Largely unexplored and once home to fierce headhunters and cannibals, Papua New Guinea appears like one of the most challenging destinations in the world, even for the most intrepid adventurers. Papua New Guinea’s stunning mountains and lush jungles are inhabited by singular animals, while several hundreds of different ethnic groups are living throughout the country, often in very remote areas, each community having its own language, traditions and way of life. Daring travelers visiting this remote Oceanian country are literally stepping into the great unknown… But they are rewarded by an untouched nature of a striking wild beauty and a genuine cultural shock!
Risk of Zika in this Country. Learn More >>
We make every effort to ensure that the information posted on our website is up to date and accurate according to the latest public health recommendations; however, it is impossible for us to make changes on a daily basis.
For the most current travel health recommendations, please call our clinic as make an appointment with one of our travel health professionals.
PAPUA NEW GUINEA – RECOMMENDED VACCINES
|The Yellow Fever Vaccine||A proof of vaccination against yellow fever may be required upon entry in to this country.
Some travellers may not be eligible to receive this vaccine. Please enquire with your health care professional regarding your specific details.
It is important to note that the vaccine should be administered at least 10 days prior to your departure.
For further information, please consult with the World Health Organization (WHO) website:
|Hepatitis A||Recommended for all travelers.|
|Hepatitis B||Recommended for all travelers.|
|Causes, Symptoms & Treatment – Typhoid fever||Recommended for all travelers.|
|Tetanus – Diphteria – Pertussis Vaccine||Tetanus: In exceptional circumstances (eg, stay in a region where access to health care is limited), for a person aged 18 years or older, 1 dose of DT may be given if 5 years or more has elapsed since the last dose. Otherwise, one booster dose at the age of 50*. Pertussis (Whooping Cough): 1 dose is recommended for pregnant women, for every pregnancy, regardless of immunization history and the interval since the last dose (betwen week 26 and 32). *Only applicable for Quebec.|
|Measles – Rubella – Mumps||Two doses recommended for all travelers born after 1970, if not previously given.|
|Transmission, Symptoms and Prevention – Rabies||For travelers at high risk of animal bites or being involved in activities with bats. Clients who plan to visit remote areas may consider receiving this vaccine. Important to note the pre-exposure rabies vaccine is administered in 2 doses with one week interval between doses. Post-exposure vaccination is always recommended, even for those previously vaccinated.|
|Flu – Influenza||Seasonal influenza occurs worldwide. The flu season usually runs from November to April in the northern hemisphere, between April and October in the southern hemisphere and year round in the tropics. Influenza (flu) is caused by a virus spread from person to person through coughing and sneezing or by touching infected surfaces. Everyone 6 months and older should get a flu vaccine yearly. Vaccine is recommended 14 days prior to departure.|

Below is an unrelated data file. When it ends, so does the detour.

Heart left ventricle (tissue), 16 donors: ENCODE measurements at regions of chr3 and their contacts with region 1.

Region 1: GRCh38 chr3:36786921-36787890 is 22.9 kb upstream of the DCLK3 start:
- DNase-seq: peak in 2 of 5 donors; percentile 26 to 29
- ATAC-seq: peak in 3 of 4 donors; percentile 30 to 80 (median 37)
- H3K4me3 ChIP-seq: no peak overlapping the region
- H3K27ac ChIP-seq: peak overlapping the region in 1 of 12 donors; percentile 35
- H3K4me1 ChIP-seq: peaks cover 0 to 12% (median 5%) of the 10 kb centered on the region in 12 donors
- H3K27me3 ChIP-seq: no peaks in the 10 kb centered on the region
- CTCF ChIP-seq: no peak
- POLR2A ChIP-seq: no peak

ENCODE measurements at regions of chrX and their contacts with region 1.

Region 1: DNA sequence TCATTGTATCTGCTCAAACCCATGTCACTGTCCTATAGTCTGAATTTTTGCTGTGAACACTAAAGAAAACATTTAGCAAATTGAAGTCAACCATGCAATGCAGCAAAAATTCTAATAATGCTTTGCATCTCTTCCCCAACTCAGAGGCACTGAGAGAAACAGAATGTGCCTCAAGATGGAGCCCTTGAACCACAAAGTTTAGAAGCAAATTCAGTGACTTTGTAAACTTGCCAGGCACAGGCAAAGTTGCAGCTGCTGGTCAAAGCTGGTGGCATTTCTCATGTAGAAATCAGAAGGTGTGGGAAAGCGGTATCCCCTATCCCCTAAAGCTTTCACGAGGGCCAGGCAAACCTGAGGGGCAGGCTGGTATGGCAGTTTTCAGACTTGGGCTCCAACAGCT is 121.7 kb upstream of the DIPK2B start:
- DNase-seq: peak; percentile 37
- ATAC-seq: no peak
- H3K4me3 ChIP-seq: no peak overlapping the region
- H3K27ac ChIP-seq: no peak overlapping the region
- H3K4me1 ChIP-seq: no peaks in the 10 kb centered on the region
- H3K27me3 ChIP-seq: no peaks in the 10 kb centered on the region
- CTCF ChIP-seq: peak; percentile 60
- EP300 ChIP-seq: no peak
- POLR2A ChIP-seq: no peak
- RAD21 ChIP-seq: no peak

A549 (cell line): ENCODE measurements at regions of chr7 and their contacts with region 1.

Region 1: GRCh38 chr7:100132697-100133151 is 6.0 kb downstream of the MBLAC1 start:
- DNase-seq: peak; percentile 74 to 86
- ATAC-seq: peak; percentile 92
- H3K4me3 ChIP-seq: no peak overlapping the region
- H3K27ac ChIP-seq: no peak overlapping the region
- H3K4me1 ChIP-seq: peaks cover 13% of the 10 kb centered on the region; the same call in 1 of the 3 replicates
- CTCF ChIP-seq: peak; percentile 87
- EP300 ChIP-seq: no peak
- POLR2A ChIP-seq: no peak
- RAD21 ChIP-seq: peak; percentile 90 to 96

|Information, Advice & Vaccination – Japanese Encephalitis||Recommended for the following groups visiting certain remote areas:
|Routine vaccines (dCaT, Polio, Meningococcal, Shingles, Pneumococcal, Hepatitis B, HPV, MMR & Varicella)||Recommended for all travelers|
|Malaria||Malaria is present in this country. The risk may be region specific. Prophylaxis measures to be discussed with the health care professional.|
|Polio||Polio vaccination is strongly recommended for travel to this region. A polio booster dose as an adult (>18 years old) is strongly recommended to travellers who have previously completed childhood polio vaccination. Proof of vaccination may be required for some travellers.|
|Dengue Fever, Chikungunya and/or Zika||There are many illnesses that are transmitted via mosquito bites and unfortunately we do not have vaccines to protect us against most of them. It is important to inquire with your healthcare professional regarding the specific risks and the different illnesses presently in circulation.|
In Papua New Guinea, health care remains very precarious, as the country lacks adequate medical equipment and essential medicines. If you require medical assistance while traveling in the country, it is advised that you go to the Port Moresby General Hospital, located in the capital city. This establishment provides satisfying basic care. Outside of the capital city, only small health care centers and missionary stations can be found. Patients facing serious health issues in Papua New Guinea require an immediate air evacuation to Australia or to their country of origin.
Note that emergency services in Papua New Guinea are limited.
Basic medicines can be found in the pharmacies of the capital city. They are usually opened 24 hours a day and 7 days a week. But it is strongly advised that you bring your own medical supplies when traveling to Papua New Guinea, especially if you need specific treatments.
There is no centralized number to reach emergency services. Research and carry contact information for local police and medical facilities.